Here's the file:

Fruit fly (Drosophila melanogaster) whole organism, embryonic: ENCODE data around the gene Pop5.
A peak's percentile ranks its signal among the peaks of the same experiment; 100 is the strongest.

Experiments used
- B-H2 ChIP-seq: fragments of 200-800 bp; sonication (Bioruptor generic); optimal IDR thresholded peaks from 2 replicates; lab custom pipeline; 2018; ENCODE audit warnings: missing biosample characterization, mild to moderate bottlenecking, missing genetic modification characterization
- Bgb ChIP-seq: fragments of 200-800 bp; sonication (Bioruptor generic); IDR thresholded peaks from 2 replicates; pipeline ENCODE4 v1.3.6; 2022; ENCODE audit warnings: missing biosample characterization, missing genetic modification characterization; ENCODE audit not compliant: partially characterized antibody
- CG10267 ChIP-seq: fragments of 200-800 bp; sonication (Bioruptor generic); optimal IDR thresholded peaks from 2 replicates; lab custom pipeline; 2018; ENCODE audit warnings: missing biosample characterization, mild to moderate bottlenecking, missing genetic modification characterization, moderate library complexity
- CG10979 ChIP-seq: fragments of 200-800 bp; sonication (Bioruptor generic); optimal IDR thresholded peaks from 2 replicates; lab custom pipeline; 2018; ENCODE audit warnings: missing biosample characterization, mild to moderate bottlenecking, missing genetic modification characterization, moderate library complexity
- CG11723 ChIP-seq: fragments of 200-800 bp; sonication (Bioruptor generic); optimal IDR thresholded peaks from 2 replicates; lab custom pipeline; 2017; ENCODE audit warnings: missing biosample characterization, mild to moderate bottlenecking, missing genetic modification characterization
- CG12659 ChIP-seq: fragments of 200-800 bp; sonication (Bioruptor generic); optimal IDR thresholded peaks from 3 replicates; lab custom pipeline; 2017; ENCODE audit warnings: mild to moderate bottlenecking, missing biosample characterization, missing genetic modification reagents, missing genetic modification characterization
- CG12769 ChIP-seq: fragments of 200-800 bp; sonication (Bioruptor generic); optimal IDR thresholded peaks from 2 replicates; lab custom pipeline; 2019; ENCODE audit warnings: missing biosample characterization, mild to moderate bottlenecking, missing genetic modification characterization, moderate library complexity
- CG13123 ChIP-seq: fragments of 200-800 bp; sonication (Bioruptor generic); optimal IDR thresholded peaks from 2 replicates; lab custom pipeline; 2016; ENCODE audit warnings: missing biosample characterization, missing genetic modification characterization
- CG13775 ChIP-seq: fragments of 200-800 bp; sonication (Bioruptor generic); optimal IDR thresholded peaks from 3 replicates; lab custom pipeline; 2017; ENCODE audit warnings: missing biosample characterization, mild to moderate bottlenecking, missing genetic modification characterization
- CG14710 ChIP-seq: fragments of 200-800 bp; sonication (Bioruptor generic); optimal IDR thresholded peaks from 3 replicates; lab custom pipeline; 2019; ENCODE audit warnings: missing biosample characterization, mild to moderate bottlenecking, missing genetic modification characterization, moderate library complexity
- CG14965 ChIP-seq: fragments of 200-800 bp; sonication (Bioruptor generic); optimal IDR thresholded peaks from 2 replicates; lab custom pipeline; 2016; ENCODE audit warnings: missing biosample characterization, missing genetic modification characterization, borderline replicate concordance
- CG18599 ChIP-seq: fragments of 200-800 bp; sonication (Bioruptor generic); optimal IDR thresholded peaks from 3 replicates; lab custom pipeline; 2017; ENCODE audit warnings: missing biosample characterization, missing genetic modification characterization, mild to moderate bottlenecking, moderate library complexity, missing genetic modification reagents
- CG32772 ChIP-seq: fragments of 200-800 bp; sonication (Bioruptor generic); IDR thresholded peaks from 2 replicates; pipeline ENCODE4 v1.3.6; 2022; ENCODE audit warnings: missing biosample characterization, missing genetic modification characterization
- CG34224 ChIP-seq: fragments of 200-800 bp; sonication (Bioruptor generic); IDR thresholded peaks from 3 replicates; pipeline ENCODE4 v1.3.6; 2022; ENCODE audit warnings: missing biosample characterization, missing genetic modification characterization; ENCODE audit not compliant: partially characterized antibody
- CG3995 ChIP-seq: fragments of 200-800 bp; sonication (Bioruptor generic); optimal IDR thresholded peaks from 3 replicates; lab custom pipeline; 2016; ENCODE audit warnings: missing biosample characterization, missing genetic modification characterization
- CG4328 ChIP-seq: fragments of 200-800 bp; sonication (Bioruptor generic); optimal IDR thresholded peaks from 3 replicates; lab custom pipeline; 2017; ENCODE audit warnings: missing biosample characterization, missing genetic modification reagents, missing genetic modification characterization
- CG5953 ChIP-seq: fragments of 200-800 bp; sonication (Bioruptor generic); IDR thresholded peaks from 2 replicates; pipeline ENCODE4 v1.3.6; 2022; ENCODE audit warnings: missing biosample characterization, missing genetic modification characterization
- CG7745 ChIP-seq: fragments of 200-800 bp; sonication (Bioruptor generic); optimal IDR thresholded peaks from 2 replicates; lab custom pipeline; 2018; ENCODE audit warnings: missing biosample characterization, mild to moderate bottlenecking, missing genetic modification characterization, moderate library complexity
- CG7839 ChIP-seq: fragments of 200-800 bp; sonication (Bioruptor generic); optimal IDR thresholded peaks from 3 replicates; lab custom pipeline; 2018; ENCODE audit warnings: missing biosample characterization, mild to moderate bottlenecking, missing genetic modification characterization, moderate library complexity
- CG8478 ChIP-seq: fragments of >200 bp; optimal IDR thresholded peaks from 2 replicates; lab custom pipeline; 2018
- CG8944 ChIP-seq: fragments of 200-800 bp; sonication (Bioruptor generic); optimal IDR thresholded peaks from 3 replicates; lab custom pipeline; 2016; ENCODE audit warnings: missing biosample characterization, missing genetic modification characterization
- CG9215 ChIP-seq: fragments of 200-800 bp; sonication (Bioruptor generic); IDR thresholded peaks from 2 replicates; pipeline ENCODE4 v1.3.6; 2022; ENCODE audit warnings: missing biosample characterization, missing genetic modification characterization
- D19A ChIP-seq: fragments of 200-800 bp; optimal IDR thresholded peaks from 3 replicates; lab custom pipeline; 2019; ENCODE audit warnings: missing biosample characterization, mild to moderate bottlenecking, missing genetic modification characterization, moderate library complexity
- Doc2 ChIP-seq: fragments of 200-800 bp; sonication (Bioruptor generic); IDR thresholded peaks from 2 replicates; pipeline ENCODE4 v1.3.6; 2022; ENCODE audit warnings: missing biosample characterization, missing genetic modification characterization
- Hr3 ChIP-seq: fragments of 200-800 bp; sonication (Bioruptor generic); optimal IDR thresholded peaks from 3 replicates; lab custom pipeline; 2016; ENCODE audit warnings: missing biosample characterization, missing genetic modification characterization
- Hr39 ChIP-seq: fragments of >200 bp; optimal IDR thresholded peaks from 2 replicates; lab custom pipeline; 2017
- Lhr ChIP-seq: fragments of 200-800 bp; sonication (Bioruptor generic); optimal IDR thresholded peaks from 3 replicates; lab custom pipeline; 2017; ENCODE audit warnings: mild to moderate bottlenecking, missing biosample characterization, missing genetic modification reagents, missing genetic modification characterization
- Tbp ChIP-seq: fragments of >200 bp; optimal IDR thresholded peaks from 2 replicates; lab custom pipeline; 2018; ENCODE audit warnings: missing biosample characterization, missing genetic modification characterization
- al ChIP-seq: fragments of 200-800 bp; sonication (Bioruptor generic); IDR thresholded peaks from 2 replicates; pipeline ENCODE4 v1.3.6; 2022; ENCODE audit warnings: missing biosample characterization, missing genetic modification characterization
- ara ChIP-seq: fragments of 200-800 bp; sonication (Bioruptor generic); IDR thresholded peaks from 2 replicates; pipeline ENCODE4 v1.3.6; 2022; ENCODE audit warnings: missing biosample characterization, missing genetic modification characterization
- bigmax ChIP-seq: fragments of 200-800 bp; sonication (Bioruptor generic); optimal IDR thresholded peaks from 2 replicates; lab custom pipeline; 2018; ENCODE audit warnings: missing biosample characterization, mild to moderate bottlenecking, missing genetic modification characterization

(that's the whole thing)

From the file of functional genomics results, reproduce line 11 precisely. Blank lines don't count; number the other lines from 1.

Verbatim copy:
- CG13123 ChIP-seq: fragments of 200-800 bp; sonication (Bioruptor generic); optimal IDR thresholded peaks from 2 replicates; lab custom pipeline; 2016; ENCODE audit warnings: missing biosample characterization, missing genetic modification characterization